ideal level. In the summer it could get too
hot, so they might use shades and
ventilation to cool things down.
6.5.3 Light is always
often supply artificial
light after the sun
goes down to give their
plants more quality
6.5.4 Farmers and gardeners can also
increase the level of CO2 in the
greenhouse. A fairly common was is
to use a paraffin heater to heat the
greenhouse. As the paraffin burns
it makes CO2 as a by-product.
6.5.5 Keeping plants enclosed in a greenhouse also makes it easier to keep
it free from pests and diseases. The farmer can also add fertilisers to
the soil as well, to provide all the minerals needed for healthy growth.
6.5.6 Sorting all this out costs money - but if
the farmer can keep the conditions just
right for photosynthesis. the plants will
row much faster and a decent crop can be
harvested much more often, which can
then be sold. It's important that the
farmer supplies the right amount of heat,
light, etc. - enough to make the plants
grow well, but not more than the plant
needs, as that would be wasting money.
7.1.1 1) Plants manufacture
glucose in their leaves.
7.1.2 2) They then use some of
the glucose for respiration.
7.1.3 3) This releases energy which
enables them to convert the rest
of the glucose into various other
useful substances, which they can
use to build new cells and grow.
7.1.4 To produce so,me of the other substances they
also need to gather a few minerals from the soil.
7.2 Making New
7.2.1 Glucose is converted into cellulose for making strong
cell walls, especially in a rapidly growing plant.
7.3.1 Glucose is combined with nitrate ions to make
amino acids, which are them made into proteins.
7.4 Stored In Seeds
7.4.1 Glucose is turned into lipids for storing in seeds, Sunflower seeds for example, contain
a lot of oil- we get cooking oil and margarine from them. Seeds also store starch
7.5 Stored As
7.5.1 Glucose is turned into starch and stored in roots, stems and leaves, ready for use when
photosynthesis isn't happening. like in winter. Starch is insoluble which makes it much better
for storing than glucose - a cell with lots of glucose in would draw lots of water and swell up.
8 Distribution of organisms
8.1 Organisms live in
different places because
the environment varies
8.1.1 A habitat is a place
where an organism
lives, e.g. a playing field.
8.1.2 The distribution of an organism
is where an organism is found,
e.g. in a part of the playing field.
8.1.3 Where an organism is found is affected
by environmental factors such as:
126.96.36.199 Oxygen and carbon
188.8.131.52 Amount of
8.1.4 An organism might be more
common in one area than
another due to differences in
environmental factors between
the two areas. For example, in
a field, you might find that
daisies are more common in in
the open, than under trees,
because there is more light
available in the open.
8.1.5 There are a couple of
ways to study the
distribution of an
organism. you can:
184.108.40.206 Measure how common an organism
is in two sample areas (e.g. using
quadrats) and compare them.
220.127.116.11 Study how the distribution changes across an
area e.g. by placing quadrats along a transect.
8.2 Use Quadrats To Study The
Distribution Of Small Organisms.
8.2.1 A quadrat is a square frame
enclosing a known area, e.g. 1m². to
compare how common an
organism is in two sample areas.
8.2.2 1) place a 1m² quadrat on the
ground at a random point
within the first sample area.
8.2.3 2) count all the organisms
within the quadrat.
8.2.4 3) Repeat stops 1 and 2 as
many times as possible.
8.2.5 4) Work out the mean number of organisms
per quadrat within the first sample area.
8.2.6 5) Repeat steps 1-4 in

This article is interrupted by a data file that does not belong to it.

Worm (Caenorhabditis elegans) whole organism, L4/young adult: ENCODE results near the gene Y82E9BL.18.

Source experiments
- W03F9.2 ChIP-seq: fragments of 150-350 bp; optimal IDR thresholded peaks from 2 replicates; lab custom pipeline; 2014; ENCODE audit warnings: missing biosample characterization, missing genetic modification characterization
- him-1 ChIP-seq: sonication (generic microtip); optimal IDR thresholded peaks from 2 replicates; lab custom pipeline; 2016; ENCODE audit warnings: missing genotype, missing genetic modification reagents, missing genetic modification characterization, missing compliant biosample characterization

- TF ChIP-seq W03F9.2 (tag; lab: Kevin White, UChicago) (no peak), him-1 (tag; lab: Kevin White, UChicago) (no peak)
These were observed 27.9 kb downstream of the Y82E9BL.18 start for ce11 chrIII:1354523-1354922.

the second sample area.
8.2.7 6) finally compare the two means.
E.g. you might find 2 daisies per
m² in the shade, and 22 daisies
per m² in the open field.
8.3 Working Out
8.3.1 1) Work out the mean
number of organisms per m²
8.3.2 2) Then multiply the mean by the
total area (in m²) of the habitat.
18.104.22.168 E.g. if the area of an open field is 800 m², and there are
22 daisies per m², then the size of the daisy population is
22 X 800 = 17,600
8.4 Use Transects to study the
distribution of organisms along a line.
8.4.1 You can use lines called transects to help
find out how organisms are distributed
across an ares - e.g. if an organism because
more or less common as you move from
hedge towards the middle of a field.
22.214.171.124 1) Mark out a line in the
area you want to study
using a tape measure.
126.96.36.199 2) Then collect
data along the line.
188.8.131.52 3) You can do this by just counting
all the organisms that you're
interested in that touch the line.
184.108.40.206 4) Or you could collect data by using quadrats.
These can be placed next to each other along
the line or at intervals, for example, every 2 m.
8.5 When Collecting Environmental
Data You Need To Think About...
220.127.116.11 1) Quadrats and transects are
pretty good tools for finding out
how an organism is distributed.
18.104.22.168 2) But you have to work
hard to make sure that
your results are reliable -
which means making
sure they are reproducible
22.214.171.124 3) To make your results more reliable you need
to take a large sample size, e.g. use as many
quadrats and transects as possible in your
sample area. Bigger samples are more
representative of the whole population.
126.96.36.199 1) For your results to
be valid they must be
reliable and answer
the original question.
188.8.131.52 2) to answer the
you need to control
all the variables.
184.108.40.206 3) The question you
want to answer is
whether a difference in
two sample areas is due
to a difference in the
220.127.116.11 4) If you've controlled
all the other variables
that could be affecting
the distribution, you'll
know whether a
distribution is caused
by an environmental
factor or not.
18.104.22.168 5) IF you don't control the other variables you won't
know whether any correlation you've found is
because of chance, because of the environmental
factor you're looking at or because of a different
variable - the study won't give any valid data.
22.214.171.124 6) Use random samples,
e.g. randomly put down
or mark out your
quadrat or transect. If all
your samples are in one
spot, and everywhere else
is different, the results
you get wouldn't be valid.